The conventional procedures of harvesting arteries and veins (long incisions) have high rate of complications which can include cellulitis, blood clots, neuralgia and ischemic sequelae, delayed in wound healing, necrosis and infections. These post operative complications are frequently associated with peripheral vascular artery disease, obesity, diabetes, female sex, preoperative steroid treatment, and anaemia. In addition to complications, the patient may experience discomfort from the leg wound that may restrict their mobilisation during the first 6 weeks following the operation.
Minimally invasive – endoscopic conduit harvesting is an advanced method of artery or vein removal, which has a low complication rate and excellent cosmetic results. The artery or vein is removed with the help of special surgical instruments and specialist surgical techniques which ensure that the quality of the removed vein is maintained. This method also ensures that trauma to the patients’ forearms or legs is minimised and blood loss is restricted to an absolute minimum. Patients can put weight on their leg and use their hands on the first day following their operation and mobilise free from the discomfort of long painful leg scars. Healing of the small wounds is complete after 3 months and the cosmetic outcome is very pleasing .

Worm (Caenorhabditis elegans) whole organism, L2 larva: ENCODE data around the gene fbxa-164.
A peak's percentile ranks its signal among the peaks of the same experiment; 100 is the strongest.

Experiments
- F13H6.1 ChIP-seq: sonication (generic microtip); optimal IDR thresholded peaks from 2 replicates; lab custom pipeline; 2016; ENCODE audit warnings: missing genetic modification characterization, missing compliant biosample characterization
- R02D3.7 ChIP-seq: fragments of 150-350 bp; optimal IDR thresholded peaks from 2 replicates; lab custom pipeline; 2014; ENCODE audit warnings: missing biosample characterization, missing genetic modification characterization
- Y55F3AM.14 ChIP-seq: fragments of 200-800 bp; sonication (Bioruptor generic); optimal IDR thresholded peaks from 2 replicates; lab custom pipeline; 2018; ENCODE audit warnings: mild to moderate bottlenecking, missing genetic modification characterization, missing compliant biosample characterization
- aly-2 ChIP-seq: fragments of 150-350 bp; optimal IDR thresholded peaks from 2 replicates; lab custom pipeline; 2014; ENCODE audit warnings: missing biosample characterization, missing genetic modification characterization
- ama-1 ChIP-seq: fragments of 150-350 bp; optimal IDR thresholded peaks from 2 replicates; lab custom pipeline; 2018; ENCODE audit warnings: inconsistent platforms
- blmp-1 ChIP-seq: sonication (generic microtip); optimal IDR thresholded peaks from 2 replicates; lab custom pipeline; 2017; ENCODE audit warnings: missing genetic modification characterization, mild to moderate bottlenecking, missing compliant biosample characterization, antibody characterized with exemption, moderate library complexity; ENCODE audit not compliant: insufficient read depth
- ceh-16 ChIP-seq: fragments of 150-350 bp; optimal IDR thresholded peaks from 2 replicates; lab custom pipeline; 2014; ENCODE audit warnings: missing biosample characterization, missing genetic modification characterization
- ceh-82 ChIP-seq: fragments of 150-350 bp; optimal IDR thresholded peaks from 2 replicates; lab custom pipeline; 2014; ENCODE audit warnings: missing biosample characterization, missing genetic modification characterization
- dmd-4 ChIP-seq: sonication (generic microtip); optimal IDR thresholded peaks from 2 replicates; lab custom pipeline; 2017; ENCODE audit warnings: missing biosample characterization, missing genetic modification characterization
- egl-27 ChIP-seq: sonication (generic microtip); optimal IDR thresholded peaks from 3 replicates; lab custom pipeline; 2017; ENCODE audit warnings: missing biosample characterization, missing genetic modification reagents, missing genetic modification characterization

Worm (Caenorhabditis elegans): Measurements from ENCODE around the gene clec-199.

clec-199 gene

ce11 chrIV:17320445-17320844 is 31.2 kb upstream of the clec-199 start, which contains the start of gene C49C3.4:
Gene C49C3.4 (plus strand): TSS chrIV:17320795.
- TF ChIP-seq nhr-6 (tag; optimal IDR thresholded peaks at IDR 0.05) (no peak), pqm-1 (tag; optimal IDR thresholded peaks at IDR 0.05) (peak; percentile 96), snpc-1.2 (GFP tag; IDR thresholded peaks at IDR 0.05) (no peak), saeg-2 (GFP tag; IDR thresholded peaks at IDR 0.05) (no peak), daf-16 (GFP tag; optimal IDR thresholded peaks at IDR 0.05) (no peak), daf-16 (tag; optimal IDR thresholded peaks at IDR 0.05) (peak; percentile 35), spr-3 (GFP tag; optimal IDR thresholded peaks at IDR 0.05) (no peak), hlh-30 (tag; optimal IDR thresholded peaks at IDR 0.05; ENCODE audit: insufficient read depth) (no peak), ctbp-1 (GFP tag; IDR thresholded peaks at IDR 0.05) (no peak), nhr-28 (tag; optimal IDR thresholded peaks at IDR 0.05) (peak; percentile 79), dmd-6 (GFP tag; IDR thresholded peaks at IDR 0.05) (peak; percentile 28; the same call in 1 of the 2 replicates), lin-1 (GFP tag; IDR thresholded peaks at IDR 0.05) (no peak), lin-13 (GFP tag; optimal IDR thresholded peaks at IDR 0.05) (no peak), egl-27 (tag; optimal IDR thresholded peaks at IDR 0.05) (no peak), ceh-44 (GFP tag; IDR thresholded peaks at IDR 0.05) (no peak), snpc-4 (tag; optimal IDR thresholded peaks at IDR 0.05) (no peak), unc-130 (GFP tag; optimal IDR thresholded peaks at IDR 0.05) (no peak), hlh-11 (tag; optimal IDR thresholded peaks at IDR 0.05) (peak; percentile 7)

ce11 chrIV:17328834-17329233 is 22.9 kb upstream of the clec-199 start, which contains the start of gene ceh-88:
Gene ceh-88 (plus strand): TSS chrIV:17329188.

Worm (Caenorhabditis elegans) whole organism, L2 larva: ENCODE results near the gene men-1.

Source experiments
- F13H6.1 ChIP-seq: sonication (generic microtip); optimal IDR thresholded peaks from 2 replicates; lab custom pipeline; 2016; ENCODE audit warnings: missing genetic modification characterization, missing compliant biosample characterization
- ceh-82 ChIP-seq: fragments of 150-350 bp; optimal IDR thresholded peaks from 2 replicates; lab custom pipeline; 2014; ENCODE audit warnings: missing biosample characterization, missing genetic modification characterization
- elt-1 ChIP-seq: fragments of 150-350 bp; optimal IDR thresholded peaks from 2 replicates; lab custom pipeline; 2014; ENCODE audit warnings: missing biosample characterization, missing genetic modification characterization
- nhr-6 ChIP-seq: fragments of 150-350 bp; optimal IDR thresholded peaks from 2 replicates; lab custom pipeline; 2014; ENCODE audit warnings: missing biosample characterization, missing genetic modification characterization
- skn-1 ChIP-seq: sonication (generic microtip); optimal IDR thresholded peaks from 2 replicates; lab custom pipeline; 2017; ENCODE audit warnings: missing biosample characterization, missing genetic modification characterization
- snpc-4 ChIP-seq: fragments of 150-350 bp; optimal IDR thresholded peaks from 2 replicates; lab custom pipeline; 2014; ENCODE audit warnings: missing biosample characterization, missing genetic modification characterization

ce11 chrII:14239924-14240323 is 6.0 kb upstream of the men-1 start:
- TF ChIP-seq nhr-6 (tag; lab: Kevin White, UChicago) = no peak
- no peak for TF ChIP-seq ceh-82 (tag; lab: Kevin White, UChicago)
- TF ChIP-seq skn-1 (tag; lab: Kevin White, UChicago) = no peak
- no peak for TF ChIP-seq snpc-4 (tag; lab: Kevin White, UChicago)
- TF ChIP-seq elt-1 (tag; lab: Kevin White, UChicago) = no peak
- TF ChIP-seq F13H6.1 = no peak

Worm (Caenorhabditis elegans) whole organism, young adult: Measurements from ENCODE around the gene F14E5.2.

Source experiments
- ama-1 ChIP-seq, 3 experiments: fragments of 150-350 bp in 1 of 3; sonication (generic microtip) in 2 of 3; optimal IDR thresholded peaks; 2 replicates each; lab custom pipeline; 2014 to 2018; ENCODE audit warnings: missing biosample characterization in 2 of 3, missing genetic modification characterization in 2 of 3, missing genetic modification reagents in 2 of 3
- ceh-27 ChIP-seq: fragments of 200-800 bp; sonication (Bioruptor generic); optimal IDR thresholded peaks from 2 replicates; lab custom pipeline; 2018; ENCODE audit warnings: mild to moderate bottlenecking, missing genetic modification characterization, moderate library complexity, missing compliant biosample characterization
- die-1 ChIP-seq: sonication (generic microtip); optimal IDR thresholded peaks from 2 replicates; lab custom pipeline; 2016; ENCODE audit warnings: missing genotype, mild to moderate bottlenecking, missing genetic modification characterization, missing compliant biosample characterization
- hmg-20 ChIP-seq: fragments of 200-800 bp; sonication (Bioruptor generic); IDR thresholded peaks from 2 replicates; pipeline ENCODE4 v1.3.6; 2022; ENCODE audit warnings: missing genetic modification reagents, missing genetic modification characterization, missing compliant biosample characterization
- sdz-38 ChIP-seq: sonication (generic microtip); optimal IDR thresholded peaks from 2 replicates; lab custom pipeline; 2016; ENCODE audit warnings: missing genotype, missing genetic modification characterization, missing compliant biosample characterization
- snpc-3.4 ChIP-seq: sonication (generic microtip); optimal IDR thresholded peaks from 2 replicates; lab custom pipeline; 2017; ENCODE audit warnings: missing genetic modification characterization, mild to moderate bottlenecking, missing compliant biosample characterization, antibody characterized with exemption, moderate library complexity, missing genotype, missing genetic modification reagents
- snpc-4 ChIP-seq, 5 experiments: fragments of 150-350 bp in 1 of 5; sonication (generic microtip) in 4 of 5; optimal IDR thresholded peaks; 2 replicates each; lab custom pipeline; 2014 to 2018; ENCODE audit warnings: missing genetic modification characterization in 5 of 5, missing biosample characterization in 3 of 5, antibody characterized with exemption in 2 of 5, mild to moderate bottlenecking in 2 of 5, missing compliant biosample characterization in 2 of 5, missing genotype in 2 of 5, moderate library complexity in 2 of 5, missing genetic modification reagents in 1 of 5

Fully endoscopic arterial and vein harvesting reduces the number of small incisions required to remove the vein, leaving only 2-3 small scars. However, it requires the use of special “single use” equipment at an additional cost to enable the surgical team to harvest the arteries and veins with direct vision. The cosmetic and functional result of this method is the most superior of all techniques used for peripheral arteries and veins harvesting.
- Mid-term outcomes for Endoscopic versus Open Vein Harvest: a case control study. Kirmani BH, Barnard JB, Mourad F, Blakeman N, Chetcuti K, Zacharias J. J Cardiothorac Surg. 2010 May 28;5:44.
- Is it safe to perform endoscopic vein harvest? Tennyson C, Young CP, Scarci M. Interact Cardiovasc Thorac Surg. 2010 Apr;10(4):625-9.
- 2011 update to the Society of Thoracic Surgeons and the Society of Cardiovascular Anesthesiologists blood conservation clinical practice guidelines.Society of Thoracic Surgeons Blood Conservation Guideline Task Force,Ferraris VA, Brown JR, Despotis GJ, Hammon JW, Reece TB, Saha SP, Song HK, Clough ER; Society of Cardiovascular Anesthesiologists Special Task Force on Blood Transfusion, Shore-Lesserson LJ, Goodnough LT, Mazer CD, Shander A, Stafford-Smith M, Waters J; International Consortium for Evidence Based Perfusion, Baker RA, Dickinson TA, FitzGerald DJ, Likosky DS, Shann KG. Ann Thorac Surg. 2011 Mar;91(3):944-82.
- International Consortium For Evidence-Based Perfusion
- Multimedia Manual of Cardiothoracic Surgery. Cardiopulmonary bypass collection.
- Perfusion Line